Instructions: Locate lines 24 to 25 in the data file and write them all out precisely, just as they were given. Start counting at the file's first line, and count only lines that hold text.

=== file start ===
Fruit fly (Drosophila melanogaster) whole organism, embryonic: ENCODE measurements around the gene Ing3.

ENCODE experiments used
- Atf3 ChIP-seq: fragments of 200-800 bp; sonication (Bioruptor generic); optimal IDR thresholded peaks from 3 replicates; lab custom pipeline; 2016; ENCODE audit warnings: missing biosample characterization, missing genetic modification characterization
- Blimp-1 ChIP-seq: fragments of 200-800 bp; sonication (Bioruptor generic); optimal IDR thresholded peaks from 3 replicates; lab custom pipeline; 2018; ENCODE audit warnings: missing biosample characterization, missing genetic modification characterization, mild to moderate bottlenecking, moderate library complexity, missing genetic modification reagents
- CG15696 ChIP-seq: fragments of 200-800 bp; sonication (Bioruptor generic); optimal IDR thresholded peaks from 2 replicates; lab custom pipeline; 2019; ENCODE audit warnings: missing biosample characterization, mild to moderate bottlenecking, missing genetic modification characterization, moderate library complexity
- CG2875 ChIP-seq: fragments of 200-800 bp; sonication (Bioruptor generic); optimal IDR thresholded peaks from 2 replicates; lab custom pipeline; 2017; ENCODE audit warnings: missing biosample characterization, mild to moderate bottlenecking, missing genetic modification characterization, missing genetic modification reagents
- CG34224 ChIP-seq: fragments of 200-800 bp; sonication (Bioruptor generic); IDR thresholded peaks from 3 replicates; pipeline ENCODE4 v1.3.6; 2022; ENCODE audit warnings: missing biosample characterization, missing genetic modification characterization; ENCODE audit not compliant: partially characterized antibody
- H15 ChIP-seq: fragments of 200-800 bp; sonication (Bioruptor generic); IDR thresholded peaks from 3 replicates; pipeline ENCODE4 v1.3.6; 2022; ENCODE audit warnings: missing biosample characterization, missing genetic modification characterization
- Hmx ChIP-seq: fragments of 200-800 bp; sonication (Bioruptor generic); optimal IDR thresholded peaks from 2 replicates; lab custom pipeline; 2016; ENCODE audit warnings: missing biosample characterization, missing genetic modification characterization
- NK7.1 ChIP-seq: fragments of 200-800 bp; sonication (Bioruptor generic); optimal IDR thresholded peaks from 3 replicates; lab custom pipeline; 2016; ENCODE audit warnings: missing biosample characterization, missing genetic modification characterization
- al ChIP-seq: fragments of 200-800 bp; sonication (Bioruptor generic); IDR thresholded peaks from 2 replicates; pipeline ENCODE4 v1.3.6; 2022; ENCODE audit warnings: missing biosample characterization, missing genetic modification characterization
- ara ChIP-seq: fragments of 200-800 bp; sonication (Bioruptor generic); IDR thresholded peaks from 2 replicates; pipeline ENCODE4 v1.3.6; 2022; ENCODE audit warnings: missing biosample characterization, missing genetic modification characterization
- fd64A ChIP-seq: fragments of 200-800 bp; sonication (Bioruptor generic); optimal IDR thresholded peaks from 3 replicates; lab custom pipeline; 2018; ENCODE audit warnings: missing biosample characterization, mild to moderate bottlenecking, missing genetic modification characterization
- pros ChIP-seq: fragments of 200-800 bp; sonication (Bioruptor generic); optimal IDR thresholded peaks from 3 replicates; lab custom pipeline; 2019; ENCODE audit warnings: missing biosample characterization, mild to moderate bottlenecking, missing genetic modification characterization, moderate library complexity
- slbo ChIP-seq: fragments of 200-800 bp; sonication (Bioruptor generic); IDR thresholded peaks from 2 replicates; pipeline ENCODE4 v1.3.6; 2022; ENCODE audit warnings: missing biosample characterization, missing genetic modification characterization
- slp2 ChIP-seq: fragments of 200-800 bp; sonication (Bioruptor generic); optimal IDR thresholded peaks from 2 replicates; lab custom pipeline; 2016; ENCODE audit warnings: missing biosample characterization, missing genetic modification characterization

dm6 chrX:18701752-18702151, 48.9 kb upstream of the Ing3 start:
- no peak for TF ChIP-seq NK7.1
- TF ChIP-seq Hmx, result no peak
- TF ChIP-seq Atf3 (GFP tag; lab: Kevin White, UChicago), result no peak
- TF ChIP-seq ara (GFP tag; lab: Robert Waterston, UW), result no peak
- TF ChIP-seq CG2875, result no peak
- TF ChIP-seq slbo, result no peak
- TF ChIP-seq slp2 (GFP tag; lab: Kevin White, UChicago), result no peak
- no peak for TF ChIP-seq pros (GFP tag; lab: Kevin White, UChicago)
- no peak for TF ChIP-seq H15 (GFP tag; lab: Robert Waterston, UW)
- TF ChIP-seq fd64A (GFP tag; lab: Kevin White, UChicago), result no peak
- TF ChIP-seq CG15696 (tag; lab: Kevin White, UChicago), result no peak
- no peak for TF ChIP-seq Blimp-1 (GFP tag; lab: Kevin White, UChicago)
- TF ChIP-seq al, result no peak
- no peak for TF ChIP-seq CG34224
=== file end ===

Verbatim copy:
- TF ChIP-seq slp2 (GFP tag; lab: Kevin White, UChicago), result no peak
- no peak for TF ChIP-seq pros (GFP tag; lab: Kevin White, UChicago)